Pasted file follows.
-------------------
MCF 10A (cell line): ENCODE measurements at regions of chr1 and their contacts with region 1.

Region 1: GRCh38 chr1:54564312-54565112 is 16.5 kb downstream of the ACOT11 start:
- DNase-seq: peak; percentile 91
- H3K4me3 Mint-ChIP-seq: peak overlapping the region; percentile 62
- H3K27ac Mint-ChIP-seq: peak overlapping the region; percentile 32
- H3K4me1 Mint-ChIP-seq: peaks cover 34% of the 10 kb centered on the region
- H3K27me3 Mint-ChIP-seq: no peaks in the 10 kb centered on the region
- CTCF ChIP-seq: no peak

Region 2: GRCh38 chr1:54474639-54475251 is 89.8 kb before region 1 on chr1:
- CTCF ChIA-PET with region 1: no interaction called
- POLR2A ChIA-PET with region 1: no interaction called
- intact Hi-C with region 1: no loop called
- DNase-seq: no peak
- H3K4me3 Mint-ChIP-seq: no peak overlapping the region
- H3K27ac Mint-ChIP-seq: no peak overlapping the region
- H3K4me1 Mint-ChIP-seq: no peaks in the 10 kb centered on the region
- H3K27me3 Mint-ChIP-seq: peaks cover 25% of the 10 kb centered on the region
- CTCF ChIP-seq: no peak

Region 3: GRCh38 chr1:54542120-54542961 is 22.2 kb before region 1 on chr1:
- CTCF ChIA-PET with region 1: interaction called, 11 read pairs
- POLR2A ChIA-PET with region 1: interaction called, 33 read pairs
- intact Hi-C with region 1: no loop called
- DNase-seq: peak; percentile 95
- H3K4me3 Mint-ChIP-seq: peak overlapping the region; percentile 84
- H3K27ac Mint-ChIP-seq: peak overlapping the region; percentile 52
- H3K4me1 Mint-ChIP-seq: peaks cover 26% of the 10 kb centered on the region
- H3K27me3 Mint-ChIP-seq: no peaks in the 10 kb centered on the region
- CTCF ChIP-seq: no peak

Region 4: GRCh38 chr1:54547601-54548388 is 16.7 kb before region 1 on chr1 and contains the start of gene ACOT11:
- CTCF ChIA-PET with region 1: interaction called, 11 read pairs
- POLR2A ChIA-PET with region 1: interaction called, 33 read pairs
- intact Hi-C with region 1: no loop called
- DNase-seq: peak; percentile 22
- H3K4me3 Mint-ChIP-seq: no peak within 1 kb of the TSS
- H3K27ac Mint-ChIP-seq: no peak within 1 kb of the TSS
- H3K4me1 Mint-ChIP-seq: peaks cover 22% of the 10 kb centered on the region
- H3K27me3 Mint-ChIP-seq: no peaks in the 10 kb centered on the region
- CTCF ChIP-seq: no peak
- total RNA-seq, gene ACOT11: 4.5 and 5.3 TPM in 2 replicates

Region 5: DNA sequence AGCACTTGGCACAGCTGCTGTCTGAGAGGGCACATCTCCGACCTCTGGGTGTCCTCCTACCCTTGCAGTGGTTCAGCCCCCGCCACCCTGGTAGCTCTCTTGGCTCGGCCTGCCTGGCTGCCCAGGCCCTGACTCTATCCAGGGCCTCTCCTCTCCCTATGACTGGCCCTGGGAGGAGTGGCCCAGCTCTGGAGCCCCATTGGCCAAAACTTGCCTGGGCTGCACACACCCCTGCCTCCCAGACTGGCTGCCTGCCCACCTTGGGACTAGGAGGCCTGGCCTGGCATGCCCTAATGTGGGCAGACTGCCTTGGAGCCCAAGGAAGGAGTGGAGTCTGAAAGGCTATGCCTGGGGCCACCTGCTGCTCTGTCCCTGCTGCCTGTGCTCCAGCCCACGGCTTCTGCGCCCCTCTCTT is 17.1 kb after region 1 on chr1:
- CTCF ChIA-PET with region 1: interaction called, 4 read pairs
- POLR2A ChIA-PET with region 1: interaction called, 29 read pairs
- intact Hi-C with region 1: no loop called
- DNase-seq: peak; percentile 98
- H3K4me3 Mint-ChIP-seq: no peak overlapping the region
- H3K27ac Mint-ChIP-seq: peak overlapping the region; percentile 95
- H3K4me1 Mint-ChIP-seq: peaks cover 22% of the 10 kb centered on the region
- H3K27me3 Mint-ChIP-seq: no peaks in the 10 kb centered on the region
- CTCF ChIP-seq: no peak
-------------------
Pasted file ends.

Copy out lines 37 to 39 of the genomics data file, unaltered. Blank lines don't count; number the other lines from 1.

- H3K27me3 Mint-ChIP-seq: no peaks in the 10 kb centered on the region
- CTCF ChIP-seq: no peak
- total RNA-seq, gene ACOT11: 4.5 and 5.3 TPM in 2 replicates